Finding date of arrival with census records
Beginning in 1900, the census recorded how many years the individual had been in the United States. Beginning in 1920, the census recorded if the individual is a naturalized citizen, and if so, the date of naturalization.
To find out if your ancestor appears in an 1850 or later census, it's easiest to search databases online. Ancestry's census collections have both digitized and scanned copies of every US Census. Even if you don't find the exact name that you need in the index, it is worth it to start looking at all records for families with that surname in the state, as long as the surname isn't too common. For example, if you are looking for Roberto Zubilaga, but only find John Zubilaga and Gianni Zubilaga in the index, look at those records. Using this method, you may come across the family that you are looking for.
At many libraries you can find bound indexes for pre-1880 censuses. These indexes are organized by state and list individuals in alphabetical order by surname, so you don't need to know the county. Different indexes contain different information that will help you find the census record. Some just give you the county that the person lived in; others tell you more. You can find bound indexes at the National Archives and the National Archives regional centers , the Family History Library of the Church of Jesus Christ of Latter-day Saints and branch Family History Centers , and many other libraries. Different locations have different indexes, so check more than one library if you don't find the index that you need. In addition, Soundex indexes are available, with some exceptions, for the years 1880 to 1920. For information about Soundex, see the topic Soundex: what it is and how to use it.
Once you locate your ancestor's name in an index, you will want to look at microfilm copies of the original census records. The original records will help you find the information you need and verify that you have found your ancestor, and not just someone with the same name. Pre-1930 census records are available at the National Archives and National Archives regional centers. Also check with your local public and genealogy libraries, because they may have census records or be part of an interlibrary loan system. In addition, your local Family History Center of the Church of Jesus Christ of Latter-day Saints may either have census records or be able to get copies of them for you.
Access to post-1920 census records is restricted to immediate relatives and descendants. If the individual whose records you are searching for is still living, you must have their written permission to obtain a copy of the record. If the individual is deceased, you must have a certified death certificate. Write to: Bureau of the Census, P.O. Box 1545, Jeffersonville, IN 47131. They will send you a form that you must fill out and return with a fee.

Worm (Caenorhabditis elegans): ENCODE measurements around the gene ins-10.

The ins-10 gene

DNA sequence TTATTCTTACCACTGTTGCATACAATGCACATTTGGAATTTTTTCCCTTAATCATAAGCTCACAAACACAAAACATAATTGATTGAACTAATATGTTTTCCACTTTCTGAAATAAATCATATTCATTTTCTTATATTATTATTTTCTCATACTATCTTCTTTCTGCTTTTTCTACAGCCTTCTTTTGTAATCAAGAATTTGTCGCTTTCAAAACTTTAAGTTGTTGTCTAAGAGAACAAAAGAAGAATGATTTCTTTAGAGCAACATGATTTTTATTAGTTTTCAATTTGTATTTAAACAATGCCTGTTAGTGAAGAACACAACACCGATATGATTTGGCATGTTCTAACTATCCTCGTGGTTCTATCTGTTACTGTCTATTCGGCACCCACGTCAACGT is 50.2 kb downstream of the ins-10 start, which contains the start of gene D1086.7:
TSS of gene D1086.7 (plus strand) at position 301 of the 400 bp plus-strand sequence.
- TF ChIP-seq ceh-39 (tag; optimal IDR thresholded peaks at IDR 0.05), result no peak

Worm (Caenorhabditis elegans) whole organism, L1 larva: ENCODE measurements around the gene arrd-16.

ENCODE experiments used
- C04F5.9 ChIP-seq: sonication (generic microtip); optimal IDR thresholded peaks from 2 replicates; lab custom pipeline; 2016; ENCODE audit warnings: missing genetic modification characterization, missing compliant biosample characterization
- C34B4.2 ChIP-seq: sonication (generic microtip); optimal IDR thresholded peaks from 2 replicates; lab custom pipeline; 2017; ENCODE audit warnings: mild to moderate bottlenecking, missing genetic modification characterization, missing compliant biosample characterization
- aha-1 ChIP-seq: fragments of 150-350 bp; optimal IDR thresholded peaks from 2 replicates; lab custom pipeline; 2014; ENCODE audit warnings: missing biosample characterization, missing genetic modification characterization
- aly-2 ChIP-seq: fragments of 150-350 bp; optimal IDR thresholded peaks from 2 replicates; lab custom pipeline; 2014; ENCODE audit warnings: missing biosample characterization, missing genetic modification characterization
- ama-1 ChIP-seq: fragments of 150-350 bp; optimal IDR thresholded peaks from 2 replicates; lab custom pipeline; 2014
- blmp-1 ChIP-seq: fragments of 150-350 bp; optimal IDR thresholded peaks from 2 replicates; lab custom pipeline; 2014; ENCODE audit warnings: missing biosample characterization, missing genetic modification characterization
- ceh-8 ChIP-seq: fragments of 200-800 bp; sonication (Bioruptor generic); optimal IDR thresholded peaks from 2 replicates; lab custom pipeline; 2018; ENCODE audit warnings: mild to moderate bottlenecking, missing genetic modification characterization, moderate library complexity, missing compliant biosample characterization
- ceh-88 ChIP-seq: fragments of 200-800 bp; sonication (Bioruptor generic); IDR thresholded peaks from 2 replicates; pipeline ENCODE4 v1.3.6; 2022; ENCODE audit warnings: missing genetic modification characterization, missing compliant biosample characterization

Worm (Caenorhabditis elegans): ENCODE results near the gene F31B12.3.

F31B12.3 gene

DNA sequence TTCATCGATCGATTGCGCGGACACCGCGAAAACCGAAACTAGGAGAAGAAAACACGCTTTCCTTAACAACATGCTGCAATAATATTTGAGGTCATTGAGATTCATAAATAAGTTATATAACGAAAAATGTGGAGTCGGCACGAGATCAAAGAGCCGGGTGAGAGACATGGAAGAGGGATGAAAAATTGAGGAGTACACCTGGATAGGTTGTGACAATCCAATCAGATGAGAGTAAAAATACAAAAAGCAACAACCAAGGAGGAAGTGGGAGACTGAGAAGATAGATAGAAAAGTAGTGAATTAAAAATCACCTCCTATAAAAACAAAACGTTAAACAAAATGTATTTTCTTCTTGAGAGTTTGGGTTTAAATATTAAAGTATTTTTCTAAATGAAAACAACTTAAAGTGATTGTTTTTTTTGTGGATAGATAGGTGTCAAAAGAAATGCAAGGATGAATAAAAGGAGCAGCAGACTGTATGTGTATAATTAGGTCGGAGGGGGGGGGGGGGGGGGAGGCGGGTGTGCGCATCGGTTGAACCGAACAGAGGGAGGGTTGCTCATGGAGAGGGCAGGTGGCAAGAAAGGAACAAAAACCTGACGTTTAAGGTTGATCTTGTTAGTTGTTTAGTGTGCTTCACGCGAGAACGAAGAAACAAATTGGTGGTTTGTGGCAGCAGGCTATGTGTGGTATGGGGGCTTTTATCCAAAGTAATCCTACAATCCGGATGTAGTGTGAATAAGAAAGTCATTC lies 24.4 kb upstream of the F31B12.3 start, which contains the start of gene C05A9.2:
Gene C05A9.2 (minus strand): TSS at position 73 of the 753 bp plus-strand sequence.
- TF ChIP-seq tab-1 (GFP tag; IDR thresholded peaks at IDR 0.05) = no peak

You may also want to check the information contained in state and local censuses. Not all states and localities took their own censuses and the contents vary from state to state. However, sometimes the information is quite valuable. Ancestry has a selection of state census records online , and you can also contact libraries, state archives, and genealogy societies in the area where your ancestors lived. They should be able to tell you if any exist and where you might find them. The Family History Library of the Church of Jesus Christ of Latter-day Saints is another possible source.
Finding the minimum information for census records
To find an individual's date of arrival into the United States in census records, you must at least know the individual's name, the state, and the county in which the individual lived when the census was taken. If you are using census records for 1870 or earlier, you can probably use an index that only requires the state and surname.
Get help finding some of the minimum information by selecting one of the following items:
Finding a date of arrival with a passport application
Passport applications can be excellent sources of genealogical information. The information that passport applications contain varies, but can include an individual's name, age, personal description, date and court of naturalization, place of birth, and date and port of arrival into the United States, as well as the name of the ship.
Passport applications from 1791 to 1925 are available through the National Archives. However, applications less than 75 years old may have viewing restrictions. The National Archives has indexes for many applications from 1834-1923. For information about contacting the National Archives, see the topic The National Archives and regional centers.
The National Archives will search their records for you if you have the required information. To send for a request form, write to the National Archives, Civil Reference Branch, Washington, D.C., 20408
You may be able to access post-1925 passport applications through the Research and Liaison Branch of the Department of State Passport Office. Simply write a letter to the address below, and include the name, birth date, and birthplace, and the type of information that you are looking for. If the individual is deceased, you must include their death date and a copy of their death certificate: Department of State, Passport Office, Research and Liaison Branch, Room 316, 1425 K Street N.W., Washington, D.C. 20522-1705
Finding the minimum information for passport applications
To find an individual's date of arrival into the United States on a passport application, you must at least know the individual's name and the year that the application was filed.
Get help finding the minimum information for: